Writer on the Loose

Writer on the Loose

The most common axiom about writing is to “write what you know.”

Deception Pass portrait

Author and her trusty research assistant at Deception Pass on Whidbey Island.

Have you ever driven behind a school bus full of fifth grade boys? Have you ever seen them press their faces to the back window so their noses looks like snouts and their breath fogs up the glass and their tongue lolls out of their mouths? That’s how I feel about that axiom. Although I would add some rude sound effects just to really round things out.

Orcas Island church

A small Episcopalian church on Orcas Island as seen from the rock and driftwood strewn beach below.

If all writers only wrote what they knew  – in other words, what they have experienced – we wouldn’t have a single historical novel or fantasy story. The entire Star Wars and Star Trek canons are wiped out with this one piece of bad advice. On the other hand, we would have a large number of accountant memoirs from which to choose.

Write what you want to know, I say. And with this in mind, I set myself off to the San Juan Islands with my trusty research assistant (otherwise known as my husband) in tow. A few pictures of our adventures are here. For more details, well, you’ll have to pick up a future book.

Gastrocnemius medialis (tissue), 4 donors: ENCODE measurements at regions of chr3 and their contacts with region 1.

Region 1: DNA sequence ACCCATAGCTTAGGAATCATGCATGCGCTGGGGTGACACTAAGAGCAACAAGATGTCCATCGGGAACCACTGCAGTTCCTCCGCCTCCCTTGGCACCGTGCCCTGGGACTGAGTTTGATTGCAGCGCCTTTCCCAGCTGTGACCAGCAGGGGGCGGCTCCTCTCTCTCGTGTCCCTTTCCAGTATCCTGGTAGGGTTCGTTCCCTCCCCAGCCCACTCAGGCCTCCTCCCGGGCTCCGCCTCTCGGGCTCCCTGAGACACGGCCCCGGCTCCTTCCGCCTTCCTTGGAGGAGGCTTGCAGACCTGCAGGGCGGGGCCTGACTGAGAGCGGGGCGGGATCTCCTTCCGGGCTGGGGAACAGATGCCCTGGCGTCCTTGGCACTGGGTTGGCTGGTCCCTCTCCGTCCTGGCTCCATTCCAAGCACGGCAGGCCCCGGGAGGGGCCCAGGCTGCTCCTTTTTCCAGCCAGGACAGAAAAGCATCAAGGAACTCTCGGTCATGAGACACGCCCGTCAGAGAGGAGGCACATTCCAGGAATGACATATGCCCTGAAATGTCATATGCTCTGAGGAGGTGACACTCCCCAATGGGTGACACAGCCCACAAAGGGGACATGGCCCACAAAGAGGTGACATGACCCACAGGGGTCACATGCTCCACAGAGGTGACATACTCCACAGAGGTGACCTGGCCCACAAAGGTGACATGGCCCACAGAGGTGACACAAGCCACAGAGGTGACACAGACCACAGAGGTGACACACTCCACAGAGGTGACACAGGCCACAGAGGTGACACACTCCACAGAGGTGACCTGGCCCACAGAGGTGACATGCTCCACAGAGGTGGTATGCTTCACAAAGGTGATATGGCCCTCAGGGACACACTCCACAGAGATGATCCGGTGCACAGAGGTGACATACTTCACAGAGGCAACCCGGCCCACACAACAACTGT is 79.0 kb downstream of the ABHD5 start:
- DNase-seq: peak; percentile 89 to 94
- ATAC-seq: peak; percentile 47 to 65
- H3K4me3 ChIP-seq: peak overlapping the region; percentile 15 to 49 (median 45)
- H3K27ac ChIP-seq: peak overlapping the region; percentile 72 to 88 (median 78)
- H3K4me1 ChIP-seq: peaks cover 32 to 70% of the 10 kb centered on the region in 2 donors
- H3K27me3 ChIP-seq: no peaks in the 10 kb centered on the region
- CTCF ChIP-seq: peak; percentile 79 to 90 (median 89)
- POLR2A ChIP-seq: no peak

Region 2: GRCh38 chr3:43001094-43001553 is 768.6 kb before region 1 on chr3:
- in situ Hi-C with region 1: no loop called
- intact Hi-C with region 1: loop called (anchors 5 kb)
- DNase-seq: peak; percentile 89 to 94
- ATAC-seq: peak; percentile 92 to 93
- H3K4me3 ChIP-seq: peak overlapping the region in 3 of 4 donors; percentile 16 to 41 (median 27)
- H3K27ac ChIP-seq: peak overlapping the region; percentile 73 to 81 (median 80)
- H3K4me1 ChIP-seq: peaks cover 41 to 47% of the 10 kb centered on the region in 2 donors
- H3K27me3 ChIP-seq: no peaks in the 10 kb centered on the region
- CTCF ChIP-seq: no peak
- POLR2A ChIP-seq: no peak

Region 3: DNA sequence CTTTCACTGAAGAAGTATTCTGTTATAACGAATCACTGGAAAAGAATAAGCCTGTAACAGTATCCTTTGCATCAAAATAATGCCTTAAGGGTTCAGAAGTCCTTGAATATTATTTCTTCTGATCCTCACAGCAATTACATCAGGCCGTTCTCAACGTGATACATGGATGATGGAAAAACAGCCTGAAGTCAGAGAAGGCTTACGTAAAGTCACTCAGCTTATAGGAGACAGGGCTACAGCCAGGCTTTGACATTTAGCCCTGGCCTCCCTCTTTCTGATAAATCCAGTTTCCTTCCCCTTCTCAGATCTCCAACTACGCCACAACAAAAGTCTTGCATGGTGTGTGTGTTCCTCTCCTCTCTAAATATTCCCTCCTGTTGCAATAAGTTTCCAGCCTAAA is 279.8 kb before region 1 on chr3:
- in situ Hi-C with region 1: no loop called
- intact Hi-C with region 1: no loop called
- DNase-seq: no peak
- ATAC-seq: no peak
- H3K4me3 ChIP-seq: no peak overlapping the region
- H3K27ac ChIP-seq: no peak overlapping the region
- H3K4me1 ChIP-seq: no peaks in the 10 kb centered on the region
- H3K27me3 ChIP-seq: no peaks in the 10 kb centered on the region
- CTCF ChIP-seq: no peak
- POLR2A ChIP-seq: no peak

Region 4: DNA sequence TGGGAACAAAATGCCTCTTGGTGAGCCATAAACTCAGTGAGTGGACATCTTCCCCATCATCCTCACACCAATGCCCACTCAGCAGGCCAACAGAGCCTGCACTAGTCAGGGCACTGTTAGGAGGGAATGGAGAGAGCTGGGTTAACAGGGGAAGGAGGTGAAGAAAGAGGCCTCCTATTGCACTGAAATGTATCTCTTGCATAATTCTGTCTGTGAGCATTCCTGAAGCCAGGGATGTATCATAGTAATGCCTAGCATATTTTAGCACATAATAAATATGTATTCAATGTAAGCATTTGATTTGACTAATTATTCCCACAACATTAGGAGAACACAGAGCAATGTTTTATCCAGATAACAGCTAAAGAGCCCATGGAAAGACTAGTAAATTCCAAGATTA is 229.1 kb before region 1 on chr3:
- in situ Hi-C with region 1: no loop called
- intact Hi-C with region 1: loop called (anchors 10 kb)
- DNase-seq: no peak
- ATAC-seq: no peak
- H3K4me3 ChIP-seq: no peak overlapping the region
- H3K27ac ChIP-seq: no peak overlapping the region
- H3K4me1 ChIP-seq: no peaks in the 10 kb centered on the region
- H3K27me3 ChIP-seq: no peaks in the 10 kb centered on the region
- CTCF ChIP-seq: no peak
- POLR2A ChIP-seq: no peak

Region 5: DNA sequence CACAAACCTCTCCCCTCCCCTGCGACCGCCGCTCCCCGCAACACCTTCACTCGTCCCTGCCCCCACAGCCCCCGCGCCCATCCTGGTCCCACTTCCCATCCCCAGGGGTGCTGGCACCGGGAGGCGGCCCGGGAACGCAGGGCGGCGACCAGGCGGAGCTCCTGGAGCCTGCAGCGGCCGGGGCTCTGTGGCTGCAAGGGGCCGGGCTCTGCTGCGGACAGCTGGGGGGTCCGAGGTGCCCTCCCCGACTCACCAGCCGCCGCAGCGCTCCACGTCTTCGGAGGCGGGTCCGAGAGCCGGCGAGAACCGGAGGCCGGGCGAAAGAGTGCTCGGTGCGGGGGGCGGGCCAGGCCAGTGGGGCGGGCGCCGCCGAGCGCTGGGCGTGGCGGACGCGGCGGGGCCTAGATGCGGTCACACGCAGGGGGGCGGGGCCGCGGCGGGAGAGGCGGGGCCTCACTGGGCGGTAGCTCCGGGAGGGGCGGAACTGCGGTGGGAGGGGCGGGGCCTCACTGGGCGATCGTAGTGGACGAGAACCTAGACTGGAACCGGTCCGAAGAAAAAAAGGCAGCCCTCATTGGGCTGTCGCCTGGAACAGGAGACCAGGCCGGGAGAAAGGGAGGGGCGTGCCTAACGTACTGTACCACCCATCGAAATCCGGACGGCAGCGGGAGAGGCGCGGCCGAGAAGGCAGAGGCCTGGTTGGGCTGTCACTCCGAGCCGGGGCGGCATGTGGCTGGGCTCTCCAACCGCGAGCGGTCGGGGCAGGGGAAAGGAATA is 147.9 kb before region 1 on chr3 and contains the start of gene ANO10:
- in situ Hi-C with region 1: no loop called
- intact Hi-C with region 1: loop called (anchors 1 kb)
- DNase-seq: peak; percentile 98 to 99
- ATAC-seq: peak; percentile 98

First People's Mask

The Burke Museum in Seattle has an extensive collection of art and cultural artifacts from the Pacific Northwest's first people.

3 Comments

  • Gary McCormick

    11.03.2013 at 16:20

    I enjoyed “Losing Clementine” immensely, and am looking forward to your next book.

    (BTW — in the context in which you use the word (above), it’s “canon”, not “cannon”…) ;^)

    “The entire Star Wars and Star Trek cannons…”

  • Eric

    11.03.2013 at 16:57

    Or even, write what you’re afraid to know. Some of the most boring books of all time have been written by people who knew far too much about their subject. That’s what textbooks are for. No bunny pics?

  • Ashley Ream

    11.03.2013 at 17:15

    Gary, thanks so much for the kind words for CLEMENTINE. I loved writing it, and it’s so nice to hear that readers enjoyed it, too. And thank you, too, for spotting my typo. Copy editors are saints. I have made the correction.